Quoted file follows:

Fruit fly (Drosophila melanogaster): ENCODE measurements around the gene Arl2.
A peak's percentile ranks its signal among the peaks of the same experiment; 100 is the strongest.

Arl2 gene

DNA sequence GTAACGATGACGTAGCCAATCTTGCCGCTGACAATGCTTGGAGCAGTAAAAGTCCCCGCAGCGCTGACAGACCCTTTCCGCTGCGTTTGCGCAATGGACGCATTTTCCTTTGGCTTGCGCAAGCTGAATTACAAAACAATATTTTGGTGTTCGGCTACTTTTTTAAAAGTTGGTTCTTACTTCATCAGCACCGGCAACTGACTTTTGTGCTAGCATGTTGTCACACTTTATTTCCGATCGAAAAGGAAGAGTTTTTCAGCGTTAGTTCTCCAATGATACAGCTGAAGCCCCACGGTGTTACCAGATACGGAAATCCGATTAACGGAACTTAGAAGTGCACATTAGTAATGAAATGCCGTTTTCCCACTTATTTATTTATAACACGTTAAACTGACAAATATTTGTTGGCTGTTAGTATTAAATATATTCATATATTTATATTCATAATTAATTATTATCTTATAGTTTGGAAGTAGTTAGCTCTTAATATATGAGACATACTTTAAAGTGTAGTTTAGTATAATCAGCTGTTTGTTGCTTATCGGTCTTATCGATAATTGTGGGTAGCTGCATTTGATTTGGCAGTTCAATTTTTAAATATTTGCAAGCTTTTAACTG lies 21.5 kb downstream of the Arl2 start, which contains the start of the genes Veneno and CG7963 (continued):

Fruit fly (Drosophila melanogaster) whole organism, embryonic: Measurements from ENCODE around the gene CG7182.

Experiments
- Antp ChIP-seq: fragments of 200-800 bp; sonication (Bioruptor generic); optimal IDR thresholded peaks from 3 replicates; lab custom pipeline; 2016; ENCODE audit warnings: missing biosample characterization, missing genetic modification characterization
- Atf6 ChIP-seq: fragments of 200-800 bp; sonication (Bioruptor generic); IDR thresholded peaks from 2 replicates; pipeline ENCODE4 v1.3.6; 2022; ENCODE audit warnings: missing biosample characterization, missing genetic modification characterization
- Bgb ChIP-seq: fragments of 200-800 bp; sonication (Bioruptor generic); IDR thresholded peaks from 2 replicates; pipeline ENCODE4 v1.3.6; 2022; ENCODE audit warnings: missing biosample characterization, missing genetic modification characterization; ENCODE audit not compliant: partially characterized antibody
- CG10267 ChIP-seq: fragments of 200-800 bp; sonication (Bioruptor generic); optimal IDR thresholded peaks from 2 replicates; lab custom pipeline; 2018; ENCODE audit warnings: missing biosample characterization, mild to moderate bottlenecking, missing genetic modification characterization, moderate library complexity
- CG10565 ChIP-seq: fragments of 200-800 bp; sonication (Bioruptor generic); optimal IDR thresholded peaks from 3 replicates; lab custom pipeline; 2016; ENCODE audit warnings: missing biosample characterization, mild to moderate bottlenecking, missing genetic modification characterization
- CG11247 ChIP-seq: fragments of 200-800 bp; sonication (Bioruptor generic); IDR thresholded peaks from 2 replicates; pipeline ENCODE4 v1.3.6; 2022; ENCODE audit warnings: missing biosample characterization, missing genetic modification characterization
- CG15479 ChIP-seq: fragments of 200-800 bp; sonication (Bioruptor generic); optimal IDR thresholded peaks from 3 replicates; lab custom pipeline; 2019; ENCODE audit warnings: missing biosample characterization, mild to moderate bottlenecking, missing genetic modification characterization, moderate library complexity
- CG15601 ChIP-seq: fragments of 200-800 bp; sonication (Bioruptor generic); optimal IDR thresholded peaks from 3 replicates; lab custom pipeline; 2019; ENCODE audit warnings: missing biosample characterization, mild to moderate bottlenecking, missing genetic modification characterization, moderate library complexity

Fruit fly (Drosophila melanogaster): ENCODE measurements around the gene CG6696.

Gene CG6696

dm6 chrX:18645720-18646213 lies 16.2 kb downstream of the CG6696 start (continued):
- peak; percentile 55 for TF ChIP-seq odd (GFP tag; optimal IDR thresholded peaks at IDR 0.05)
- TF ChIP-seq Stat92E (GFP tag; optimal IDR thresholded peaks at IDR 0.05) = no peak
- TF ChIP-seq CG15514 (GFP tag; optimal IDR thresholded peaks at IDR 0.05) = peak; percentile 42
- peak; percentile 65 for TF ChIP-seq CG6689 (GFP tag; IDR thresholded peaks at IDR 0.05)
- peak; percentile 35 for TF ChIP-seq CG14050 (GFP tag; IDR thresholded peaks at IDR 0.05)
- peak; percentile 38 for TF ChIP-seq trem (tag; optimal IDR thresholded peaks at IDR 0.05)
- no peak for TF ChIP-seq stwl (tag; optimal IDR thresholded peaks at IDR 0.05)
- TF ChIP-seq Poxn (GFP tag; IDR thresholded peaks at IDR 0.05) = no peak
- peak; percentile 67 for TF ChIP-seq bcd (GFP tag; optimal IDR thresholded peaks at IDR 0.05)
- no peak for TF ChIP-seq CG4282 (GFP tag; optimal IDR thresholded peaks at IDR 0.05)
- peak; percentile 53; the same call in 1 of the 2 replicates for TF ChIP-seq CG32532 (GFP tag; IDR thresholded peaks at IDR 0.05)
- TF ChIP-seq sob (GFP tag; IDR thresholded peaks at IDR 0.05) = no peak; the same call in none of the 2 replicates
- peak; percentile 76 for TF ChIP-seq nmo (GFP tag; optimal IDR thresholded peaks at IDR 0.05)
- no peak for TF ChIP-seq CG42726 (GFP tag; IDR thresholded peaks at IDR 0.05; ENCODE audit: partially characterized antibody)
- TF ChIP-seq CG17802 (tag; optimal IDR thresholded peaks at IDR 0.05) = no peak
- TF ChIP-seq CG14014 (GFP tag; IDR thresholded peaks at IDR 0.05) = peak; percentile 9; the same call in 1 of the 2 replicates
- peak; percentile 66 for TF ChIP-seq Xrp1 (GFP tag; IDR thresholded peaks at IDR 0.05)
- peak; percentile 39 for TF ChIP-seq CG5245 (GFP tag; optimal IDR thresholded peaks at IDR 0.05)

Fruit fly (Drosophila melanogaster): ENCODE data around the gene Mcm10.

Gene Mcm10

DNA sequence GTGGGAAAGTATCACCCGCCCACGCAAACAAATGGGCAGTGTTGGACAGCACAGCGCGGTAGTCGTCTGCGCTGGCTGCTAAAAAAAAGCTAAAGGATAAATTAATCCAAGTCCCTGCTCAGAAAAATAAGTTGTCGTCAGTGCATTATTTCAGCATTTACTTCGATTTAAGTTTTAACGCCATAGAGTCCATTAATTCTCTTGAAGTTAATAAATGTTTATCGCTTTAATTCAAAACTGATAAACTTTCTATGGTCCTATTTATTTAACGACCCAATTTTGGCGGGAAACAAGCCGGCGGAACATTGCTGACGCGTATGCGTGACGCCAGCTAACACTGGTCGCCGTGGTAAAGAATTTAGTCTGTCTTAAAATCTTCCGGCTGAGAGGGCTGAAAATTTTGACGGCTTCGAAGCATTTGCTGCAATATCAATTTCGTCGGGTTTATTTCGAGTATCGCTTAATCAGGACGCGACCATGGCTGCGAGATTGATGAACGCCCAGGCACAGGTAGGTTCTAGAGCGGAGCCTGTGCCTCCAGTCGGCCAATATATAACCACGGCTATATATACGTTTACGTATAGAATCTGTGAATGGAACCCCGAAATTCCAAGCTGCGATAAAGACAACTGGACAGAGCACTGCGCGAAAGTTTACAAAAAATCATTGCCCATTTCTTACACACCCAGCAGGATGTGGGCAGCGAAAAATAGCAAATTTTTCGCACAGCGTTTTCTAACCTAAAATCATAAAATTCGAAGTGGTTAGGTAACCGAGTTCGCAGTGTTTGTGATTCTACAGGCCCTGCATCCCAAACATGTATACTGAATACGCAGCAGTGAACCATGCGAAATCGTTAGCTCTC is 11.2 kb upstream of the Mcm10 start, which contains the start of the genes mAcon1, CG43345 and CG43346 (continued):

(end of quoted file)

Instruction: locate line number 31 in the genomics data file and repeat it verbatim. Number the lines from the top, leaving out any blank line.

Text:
- no peak for TF ChIP-seq CG42726 (GFP tag; IDR thresholded peaks at IDR 0.05; ENCODE audit: partially characterized antibody)